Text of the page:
A veteran of almost a dozen animated projects since the late 1990's, Powell has always provided workmanlike music for the genre. Ranging from proficient to outstanding in his tackling of these assignments with personality and style, these scores are often hyperactive and abundant in the creativity department. Usually, however, they lack focus and a consistent flow, likely by necessity. You have to go back to his collaborative efforts for Antz and Chicken Run to be able to assemble listening experiences that tell a fluid narrative on album and feature highlights of significant length. Building off of the majesty and greater continuity exhibited in X-Men: The Last Stand, however, Powell has finally managed to create a well rounded and more easily digestible variation on his typical mannerisms for How to Train Your Dragon. The score's employment of both rhythm and brass layers will be extremely familiar for any enthusiast of Powell's music, as will some of the progressions in the composer's many themes for the film. A sense of exuberance in the score's lighthearted portions is especially reflective of the composer's previous works, as is his affinity for using rhythm-setters of light percussion to carry the momentum of a cue. But the film's longer narrative format, absent the lurching, unwieldy slapstick nonsense and quick cuts that have plagued DreamWorks films for several years, allowed the composer to explore themes with long lines (and sometimes interludes) and develop them throughout the score in satisfactory fashion. He not only clearly establishes these identities, but manipulates them in ways that James Horner masterfully accomplished in his animation projects of the late 1980's and early 1990's, twisting them with slower tempos and excruciating performance emphasis, for instance. There are four consistently applied themes in How to Train Your Dragon, the first three conveniently revealed in snapshot succession in the first two minutes of the score's opening piece, "This is Berk." The third one is actually the title theme, embodying a sense of high adventure that takes buoyant progressions from the swashbuckling days of Erich Wolfgang Korngold and accelerates them to a hyperactive pace and frenzied depth of instrumentation. Often conveying a spirited Scottish flavor (more on that below), this theme is as memorable in its enthusiastic conveyance as it is in its repetitive insertion to represent the story's overarching adventurous personality. This theme explodes in "New Tail", "This Time For Sure," and "Astrid Goes For a Spin" and is eventually reduced to hints as part of the piano solo in "Where's Hiccup?"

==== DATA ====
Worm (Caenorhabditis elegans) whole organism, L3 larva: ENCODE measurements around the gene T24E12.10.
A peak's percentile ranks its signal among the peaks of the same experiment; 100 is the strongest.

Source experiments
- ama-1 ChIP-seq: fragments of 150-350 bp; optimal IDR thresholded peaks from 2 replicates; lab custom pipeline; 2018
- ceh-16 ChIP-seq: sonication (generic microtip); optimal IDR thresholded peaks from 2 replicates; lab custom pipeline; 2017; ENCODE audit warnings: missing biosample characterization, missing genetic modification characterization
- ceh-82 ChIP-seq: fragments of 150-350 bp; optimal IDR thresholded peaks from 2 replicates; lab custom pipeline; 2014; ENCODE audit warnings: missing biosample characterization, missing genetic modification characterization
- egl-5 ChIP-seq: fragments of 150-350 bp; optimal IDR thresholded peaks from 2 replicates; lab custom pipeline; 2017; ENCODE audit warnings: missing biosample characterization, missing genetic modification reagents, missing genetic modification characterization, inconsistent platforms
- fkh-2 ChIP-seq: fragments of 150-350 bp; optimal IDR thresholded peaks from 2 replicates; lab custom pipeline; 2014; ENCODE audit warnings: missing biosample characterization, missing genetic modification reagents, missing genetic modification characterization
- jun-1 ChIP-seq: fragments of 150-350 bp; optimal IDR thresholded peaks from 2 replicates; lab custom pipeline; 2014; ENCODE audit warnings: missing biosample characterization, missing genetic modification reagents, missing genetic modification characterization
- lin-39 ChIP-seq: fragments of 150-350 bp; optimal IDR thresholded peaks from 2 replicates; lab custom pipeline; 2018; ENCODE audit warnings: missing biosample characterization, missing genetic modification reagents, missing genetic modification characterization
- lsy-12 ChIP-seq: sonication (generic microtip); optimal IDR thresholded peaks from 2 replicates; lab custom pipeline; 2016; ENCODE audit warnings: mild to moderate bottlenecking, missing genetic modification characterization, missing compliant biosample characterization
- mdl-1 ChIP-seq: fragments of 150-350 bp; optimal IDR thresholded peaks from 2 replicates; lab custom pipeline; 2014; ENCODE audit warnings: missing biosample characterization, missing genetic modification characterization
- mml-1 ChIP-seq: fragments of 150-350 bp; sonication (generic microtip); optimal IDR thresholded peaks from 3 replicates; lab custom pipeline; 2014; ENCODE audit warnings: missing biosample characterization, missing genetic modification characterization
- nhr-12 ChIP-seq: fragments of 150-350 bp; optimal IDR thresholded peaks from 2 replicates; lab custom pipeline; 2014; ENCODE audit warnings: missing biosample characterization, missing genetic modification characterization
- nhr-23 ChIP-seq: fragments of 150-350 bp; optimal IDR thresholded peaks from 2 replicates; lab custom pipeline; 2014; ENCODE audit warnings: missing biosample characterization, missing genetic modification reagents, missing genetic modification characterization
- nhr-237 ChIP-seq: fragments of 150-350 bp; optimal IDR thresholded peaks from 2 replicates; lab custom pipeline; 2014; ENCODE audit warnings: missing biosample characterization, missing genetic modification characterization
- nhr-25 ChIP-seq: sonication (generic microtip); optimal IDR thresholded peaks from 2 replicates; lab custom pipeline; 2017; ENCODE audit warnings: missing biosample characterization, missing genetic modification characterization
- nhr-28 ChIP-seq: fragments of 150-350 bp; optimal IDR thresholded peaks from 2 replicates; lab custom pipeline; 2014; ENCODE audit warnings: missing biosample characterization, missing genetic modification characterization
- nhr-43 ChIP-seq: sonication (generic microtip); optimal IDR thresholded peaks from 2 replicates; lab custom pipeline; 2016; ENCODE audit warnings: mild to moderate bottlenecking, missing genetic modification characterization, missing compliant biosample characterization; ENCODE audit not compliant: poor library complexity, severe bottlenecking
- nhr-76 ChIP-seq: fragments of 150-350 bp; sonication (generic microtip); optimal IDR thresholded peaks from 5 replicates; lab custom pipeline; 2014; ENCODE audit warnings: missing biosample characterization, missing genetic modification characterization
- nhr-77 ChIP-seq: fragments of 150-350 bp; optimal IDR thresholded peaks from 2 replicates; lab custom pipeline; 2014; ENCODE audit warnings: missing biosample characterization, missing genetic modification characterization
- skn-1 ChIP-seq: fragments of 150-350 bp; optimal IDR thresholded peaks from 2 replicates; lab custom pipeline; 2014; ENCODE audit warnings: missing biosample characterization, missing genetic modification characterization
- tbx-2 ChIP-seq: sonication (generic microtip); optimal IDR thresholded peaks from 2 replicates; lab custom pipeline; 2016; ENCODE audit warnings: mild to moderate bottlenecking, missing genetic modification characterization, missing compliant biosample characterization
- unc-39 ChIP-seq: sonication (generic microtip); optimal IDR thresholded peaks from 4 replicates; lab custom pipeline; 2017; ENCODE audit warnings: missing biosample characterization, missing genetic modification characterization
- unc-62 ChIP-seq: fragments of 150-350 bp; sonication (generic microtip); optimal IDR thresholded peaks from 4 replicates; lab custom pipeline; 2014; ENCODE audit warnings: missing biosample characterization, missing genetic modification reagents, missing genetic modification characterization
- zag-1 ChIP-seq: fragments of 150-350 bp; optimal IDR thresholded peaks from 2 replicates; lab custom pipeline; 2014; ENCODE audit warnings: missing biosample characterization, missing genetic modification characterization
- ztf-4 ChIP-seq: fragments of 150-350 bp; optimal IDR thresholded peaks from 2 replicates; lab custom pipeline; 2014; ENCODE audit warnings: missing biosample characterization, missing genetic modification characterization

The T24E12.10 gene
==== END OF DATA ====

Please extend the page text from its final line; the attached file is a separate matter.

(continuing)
The two major secondary themes in How to Train Your Dragon are heard in the first minute of "This is Berk," beginning with the one representing the redemption and excitement of flying. This theme receives perhaps the most manipulation in the score but is best summarized by "Test Drive." The other is a romantic idea for Hiccup and his female companion, and you'll immediately hear similarities in progression and rendering between this theme and that of the princess in the Shrek scores. Its most cohesive presentation comes in "Romantic Flight," complete with longing fiddle and soothing choir. A simple and key-rooted fourth theme, reflecting the mystique of the dragons, emerges in "The Dragon Book" and culminates in the ominous "Dragon's Den." As attractive as the thematic constructs in How to Train Your Dragon is Powell's extremely organic spread across the dynamic range of instruments. He defies all of the formulas that cripple the scores of other Zimmer associates by using a blend of live and sampled specialty sounds to breathe vibrant life into the tone of his thematic performances. The marimba and xylophone effect in "Forbidden Friendship" combines with ethereal female voices and sleigh bells to create an extremely unique ambience. A remarkable cue is "See You Tomorrow," which raises memories of Chicken Run while highlighting the score's strange but consistent use of Scottish instruments (bagpipes, fiddle, and penny whistle) in conjunction with harpsichord and tapping snare. This tone is given muscular depth in the following "Test Drive" with the assistance of large varied drums and even an electric guitar. Anyone tired of hearing how Ramin Djawadi and other lesser Zimmer associates abuse electric guitars in their orchestral scores needs to pay attention to how well Powell employs the instrument as purely a bass enhancement that infuses a cue with just a slight hint of coolness without overpowering even a penny whistle. The dynamic spread of the soundscape emphasizes treble elements without sacrificing satisfying bass; this technique extends to the choir, which includes brawny male vocals to represent the pride and power of the Vikings (in ways that resurrect shades of Jerry Goldsmith's The 13th Warrior, not surprisingly) while also extending to the high female ranks to crank up the intensity of the fantasy element in the battle cues later on. Fans of clearly recorded and mixed solo performances by woodwinds and strings will find much to like in this score, all the way to the conclusive "The Vikings Have Their Tea," which, like several other cues before it, addresses the levity of a scene without resorting to even faint hints of typical cartoonish ensemble hits and slapstick pacing of stuttering movement.